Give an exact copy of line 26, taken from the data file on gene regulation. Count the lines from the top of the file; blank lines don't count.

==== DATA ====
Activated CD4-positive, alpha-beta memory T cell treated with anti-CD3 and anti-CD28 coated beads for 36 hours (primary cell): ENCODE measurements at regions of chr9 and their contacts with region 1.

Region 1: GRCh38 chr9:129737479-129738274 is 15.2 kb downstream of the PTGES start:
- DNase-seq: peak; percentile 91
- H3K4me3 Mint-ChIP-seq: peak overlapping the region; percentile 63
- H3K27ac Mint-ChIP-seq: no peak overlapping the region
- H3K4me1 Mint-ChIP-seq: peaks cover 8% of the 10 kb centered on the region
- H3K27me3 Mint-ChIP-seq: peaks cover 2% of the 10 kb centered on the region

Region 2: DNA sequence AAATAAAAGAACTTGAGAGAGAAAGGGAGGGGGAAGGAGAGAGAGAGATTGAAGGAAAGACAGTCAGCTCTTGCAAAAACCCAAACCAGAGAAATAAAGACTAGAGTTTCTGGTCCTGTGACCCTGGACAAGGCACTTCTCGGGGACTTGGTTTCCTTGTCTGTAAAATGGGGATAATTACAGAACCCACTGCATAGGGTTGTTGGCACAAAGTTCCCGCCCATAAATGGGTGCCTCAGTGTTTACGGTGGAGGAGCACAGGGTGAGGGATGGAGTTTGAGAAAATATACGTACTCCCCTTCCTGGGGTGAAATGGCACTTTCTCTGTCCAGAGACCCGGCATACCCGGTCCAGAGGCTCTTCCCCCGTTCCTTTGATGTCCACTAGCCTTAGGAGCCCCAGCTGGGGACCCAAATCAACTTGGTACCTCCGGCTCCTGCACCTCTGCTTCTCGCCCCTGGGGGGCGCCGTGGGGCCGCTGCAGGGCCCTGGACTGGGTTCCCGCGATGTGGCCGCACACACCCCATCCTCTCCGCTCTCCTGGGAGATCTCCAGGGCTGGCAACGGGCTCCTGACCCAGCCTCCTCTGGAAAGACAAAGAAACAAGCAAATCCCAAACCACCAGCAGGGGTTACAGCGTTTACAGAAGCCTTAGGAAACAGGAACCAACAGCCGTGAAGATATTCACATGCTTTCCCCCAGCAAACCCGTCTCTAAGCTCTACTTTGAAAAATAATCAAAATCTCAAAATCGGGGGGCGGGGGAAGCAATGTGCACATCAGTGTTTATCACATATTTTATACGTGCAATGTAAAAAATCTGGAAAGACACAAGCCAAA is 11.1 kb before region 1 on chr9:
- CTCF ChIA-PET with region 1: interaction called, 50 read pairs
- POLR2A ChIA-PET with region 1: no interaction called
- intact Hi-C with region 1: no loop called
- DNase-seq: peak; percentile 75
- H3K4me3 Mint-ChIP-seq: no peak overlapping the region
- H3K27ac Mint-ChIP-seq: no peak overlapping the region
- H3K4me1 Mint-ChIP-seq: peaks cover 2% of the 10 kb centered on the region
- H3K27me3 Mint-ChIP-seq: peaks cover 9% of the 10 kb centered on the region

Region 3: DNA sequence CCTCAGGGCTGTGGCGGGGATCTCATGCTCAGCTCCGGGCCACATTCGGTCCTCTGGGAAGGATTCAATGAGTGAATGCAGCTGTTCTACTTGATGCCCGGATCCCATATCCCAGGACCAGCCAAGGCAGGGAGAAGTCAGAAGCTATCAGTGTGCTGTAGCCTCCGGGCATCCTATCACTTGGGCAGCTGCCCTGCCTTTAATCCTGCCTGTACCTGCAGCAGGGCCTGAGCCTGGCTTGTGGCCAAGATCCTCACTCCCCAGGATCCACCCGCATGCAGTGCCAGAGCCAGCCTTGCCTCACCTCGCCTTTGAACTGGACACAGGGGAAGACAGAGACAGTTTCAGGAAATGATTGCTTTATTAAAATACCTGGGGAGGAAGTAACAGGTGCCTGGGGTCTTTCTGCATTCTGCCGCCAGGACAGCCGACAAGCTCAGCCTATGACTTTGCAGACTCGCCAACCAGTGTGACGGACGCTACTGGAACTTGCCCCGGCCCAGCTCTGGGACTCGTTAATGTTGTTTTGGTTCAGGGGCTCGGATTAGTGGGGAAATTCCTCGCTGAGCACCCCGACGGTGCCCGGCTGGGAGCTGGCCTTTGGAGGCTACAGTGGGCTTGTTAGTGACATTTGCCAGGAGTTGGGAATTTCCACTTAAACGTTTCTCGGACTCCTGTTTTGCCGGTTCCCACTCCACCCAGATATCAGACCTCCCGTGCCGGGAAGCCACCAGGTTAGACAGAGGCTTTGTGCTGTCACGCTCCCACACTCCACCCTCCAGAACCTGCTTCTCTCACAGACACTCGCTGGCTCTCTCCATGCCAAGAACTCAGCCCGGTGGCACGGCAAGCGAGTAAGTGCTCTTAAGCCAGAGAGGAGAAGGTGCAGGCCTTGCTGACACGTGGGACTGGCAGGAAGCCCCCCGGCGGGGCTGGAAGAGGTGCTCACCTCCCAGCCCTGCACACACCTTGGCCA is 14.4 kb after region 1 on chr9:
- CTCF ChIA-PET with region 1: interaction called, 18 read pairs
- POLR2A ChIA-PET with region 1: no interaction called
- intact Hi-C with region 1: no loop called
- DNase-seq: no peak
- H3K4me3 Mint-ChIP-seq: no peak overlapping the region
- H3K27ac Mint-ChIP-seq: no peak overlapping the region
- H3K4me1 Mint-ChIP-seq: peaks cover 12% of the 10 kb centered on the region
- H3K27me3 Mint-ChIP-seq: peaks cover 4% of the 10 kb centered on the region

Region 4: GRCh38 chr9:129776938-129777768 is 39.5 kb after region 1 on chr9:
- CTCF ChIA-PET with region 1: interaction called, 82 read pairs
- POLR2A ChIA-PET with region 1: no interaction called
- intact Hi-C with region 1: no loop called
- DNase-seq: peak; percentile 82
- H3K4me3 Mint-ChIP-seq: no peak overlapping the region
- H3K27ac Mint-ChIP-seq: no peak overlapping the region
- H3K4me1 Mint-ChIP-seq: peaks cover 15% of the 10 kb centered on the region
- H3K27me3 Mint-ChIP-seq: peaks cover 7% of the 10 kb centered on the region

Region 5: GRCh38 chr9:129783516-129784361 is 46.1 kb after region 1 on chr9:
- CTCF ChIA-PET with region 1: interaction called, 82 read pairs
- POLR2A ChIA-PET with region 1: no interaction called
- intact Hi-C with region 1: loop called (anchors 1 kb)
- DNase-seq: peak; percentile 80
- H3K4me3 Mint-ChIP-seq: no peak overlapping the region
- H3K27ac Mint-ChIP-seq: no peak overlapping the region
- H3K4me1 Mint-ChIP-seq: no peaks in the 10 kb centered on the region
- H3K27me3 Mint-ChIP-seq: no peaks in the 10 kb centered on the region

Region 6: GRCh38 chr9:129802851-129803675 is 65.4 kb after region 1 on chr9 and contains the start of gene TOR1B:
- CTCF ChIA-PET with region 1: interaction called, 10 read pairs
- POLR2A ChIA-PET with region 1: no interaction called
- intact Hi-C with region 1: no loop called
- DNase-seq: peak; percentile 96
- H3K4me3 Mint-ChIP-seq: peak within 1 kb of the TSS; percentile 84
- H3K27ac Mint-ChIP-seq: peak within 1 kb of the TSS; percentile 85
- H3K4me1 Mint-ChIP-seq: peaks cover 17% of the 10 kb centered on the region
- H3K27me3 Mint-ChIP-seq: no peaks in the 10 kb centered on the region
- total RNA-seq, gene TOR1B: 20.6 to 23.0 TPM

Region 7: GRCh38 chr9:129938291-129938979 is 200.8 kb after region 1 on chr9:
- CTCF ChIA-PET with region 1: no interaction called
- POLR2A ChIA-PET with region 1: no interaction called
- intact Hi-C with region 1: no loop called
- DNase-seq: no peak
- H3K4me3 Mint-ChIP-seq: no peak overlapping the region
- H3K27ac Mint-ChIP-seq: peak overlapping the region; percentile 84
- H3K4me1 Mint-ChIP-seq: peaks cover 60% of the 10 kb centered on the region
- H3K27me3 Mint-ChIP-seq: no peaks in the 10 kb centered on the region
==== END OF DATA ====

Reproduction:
Region 4: GRCh38 chr9:129776938-129777768 is 39.5 kb after region 1 on chr9: